clock menu more-arrow no yes

Filed under:

Rangers 4 (EN), Islanders 1: Isles still adjusting, sloppy under pressure

New, comments

A disjointed performance yields a deserved result.

New York Rangers v New York Islanders
I’m sure there’s a perfectly reasonable explanation for this.
Photo by Bruce Bennett/Getty Images

The New York Islanders played their second poor game in a row, though tonight’s 4-1 loss to the Rangers was disappointing in completely different ways than the previous night’s shootout win over the Flyers.

Overall, the Isles were disconnected on their rushes, a little too pedestrian in their defensive coverage and effort, and without any of the puck luck — at least three posts/crossbars hit — that might have covered up the warts of their performance.

The game was fairly even in the first, still salvageable in the second and early third, but the Islanders seemed to trend worse as the game wore on, and the Rangers never let up.

The first of five matches over the next 23 days went to the visitors, who deserved both points. The Isles fall to 4-1 on this six-game homestand, and the loss means they again share first place with the Capitals, who won in Buffalo tonight.

[Game Sum | Event Sum | NHL Gamecenter | Natural Stat Trick | HockeyViz]

First Period: Track meet

The first period lacked goals but did not lack action. It was looser than either coach would prefer, with both goalies called to stop point-blank chances and face odd-man rushes.

Alexandar Georgiev stopped Brock Nelson with a headfirst lunge at close range, Semyon Varlamov positioned well for a few cross-slot chances and odd-man rushes. The scariest moment for the Isles was a clear-cut Mika Zibanejad breakaway after an expired power play, where the puck bobbled on the Swede. He recovered not to get a shot off but to pass for a dangerous chance that Varlamov denied.

Zibanejad was coming out of the box after boarding call that was the only penalty of the game. Anthony Beauvillier could’ve easily been called for hooking early in the game, but the officials appeared not to want to call things that didn’t directly affect the flow of play. There were plenty of finished checks, but Zibanejad’s was the only one deemed to cross the line. All other infractions for the rest of the game were ignored, save for faceoff violations and icings that were curiously judged.

That lone power play registered no official shots and the Isles generally didn’t threaten much, but one Brock Nelson deflection on a shot from the point rang the bar.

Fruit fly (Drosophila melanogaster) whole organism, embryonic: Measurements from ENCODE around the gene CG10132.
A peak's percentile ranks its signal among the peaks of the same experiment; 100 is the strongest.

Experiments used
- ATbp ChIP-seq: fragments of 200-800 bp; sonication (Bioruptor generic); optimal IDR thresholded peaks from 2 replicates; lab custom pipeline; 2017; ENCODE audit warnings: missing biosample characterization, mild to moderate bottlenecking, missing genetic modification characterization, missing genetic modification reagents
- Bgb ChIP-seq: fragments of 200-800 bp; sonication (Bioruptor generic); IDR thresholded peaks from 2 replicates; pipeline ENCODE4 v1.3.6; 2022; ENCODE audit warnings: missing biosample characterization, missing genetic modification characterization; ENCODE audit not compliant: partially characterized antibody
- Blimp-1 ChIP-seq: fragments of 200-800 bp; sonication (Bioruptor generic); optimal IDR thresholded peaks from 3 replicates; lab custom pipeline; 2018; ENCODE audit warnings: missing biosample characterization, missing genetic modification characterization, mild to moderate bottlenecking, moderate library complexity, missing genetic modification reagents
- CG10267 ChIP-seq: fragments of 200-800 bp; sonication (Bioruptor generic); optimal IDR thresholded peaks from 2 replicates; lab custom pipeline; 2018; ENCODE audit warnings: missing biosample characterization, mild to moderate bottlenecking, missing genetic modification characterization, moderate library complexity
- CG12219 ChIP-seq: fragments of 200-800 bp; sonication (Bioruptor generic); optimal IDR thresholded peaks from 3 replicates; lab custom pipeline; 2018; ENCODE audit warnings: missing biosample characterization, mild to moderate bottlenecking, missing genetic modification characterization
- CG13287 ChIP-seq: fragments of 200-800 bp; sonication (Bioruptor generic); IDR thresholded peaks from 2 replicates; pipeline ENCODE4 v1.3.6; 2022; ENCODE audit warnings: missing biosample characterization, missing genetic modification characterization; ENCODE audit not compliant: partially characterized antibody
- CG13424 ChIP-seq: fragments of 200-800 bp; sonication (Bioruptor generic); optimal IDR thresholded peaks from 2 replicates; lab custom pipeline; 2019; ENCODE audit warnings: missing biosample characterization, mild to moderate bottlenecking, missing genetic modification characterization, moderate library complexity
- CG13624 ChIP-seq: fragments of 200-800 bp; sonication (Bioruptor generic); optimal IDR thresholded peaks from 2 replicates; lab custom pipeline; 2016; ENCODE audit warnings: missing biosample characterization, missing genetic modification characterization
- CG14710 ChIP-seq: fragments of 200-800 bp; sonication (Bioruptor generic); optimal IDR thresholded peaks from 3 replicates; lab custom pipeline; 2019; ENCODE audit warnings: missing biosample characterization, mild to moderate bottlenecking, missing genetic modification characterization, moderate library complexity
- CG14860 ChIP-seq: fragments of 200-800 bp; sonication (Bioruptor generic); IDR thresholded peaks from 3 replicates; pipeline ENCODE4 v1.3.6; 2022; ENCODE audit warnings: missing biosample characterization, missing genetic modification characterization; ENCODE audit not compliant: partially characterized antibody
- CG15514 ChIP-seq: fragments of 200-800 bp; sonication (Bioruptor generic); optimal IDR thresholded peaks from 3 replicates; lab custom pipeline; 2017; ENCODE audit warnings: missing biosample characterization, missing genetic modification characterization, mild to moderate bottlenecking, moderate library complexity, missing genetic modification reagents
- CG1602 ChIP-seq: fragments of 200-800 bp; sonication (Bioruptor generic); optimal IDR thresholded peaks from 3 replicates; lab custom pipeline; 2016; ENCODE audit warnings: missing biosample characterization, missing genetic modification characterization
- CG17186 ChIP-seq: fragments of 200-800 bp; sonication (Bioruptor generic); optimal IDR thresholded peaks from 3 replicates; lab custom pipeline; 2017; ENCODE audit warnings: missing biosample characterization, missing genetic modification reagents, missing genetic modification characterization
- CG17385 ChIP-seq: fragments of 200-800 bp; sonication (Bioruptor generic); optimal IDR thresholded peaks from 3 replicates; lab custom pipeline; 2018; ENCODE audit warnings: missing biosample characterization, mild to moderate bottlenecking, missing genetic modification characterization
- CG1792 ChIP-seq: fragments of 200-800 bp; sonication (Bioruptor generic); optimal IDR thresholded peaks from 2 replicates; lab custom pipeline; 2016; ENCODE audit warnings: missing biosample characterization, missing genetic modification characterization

Second Period: Slowing down

The eventful, high-shot play continued into the middle period, with the Rangers taking advantage of some uncharacteristic chaotic defense.

Alexis Lafreniere got what will be one of the easier goals of his career when he converted a loose puck at the backdoor 6:05 into the period. The sequence started when Semyon Varlamov didn’t get as much as he wanted on a puck he played from behind the net. The Rangers intercepted along the boards and got a series of shots off. Varlamov stopped the first two but the rebounds drew him further and further out of the crease. Lafreniere found the puck in Noah Dobson’s skates and had little left to do to score his seventh.

Four minutes later, more Rangers pressure resulted in a 2-0 lead. An Artemi Panarin pass bounced off the inside of Ryan Pulock’s leg right in front of the net, Colin Blackwell pounced on the loose puck and put it upstairs.

Even down 2-0, the Isles didn’t wake up right away and the Rangers were a shade away from making it 3-0. But finally the Isles started to pick up a bit and it paid off with two goals, one that didn’t count and one that did.

Adam Pelech’s drive from the point went in thanks to a deflection by Brock Nelson. Alas, the Rangers cried high stick, others on the ice suspected high stick, and the refs came around to an on-ice declaration of no goal. Video review confirmed Nelson’s stick was several inches too high.

But the Islanders used the same recipe to get on the board for real just a few minutes later.

Good forecheck by Jordan Eberle, followed by a retrieval by Mathew Barzal that he sent to the point.

Third Period: No comeback here

The Rangers did a good job of keeping the pressure on while continuing to clog the neutral zone and blueline for the Islanders’ rushes.

An extended shift of pressure against the fourth line finally resulted in an insurance goal for the Rangers midway through the period. K’Andre Miller’s one-timer from the point found its way through Varlamov to make it 3-1.

Barry Trotz rotated some new options on the Barzal-Eberle line, giving Kyle Palmieri and Travis Zajac each a look on the wing where Leo Komarov has recently resided.

“As we get to Monday and after the [deadline] ... I have an idea of where we want to go [in terms of lines],” Trotz said afterward. “It takes some time to adjust. The Jersey guys are coming in, an adjustment period for them. Positionally they’re learning our stuff. And we need our special teams intact. But we’re just off right now, that’s part of a long season where you won’t be at your best every night.”

Still generating very little, the Islanders pulled Varlamov for a sixth attacker with a few minutes left and finally had some sustained possession and a few more chances. It all came to a merciful end when Zibanajed lobbed a puck after a scramble at the Rangers blueline, and the puck took a determined turn to the empty net to finish the game.

Up Next

These teams are back at it on Sunday, also at the Coliseum.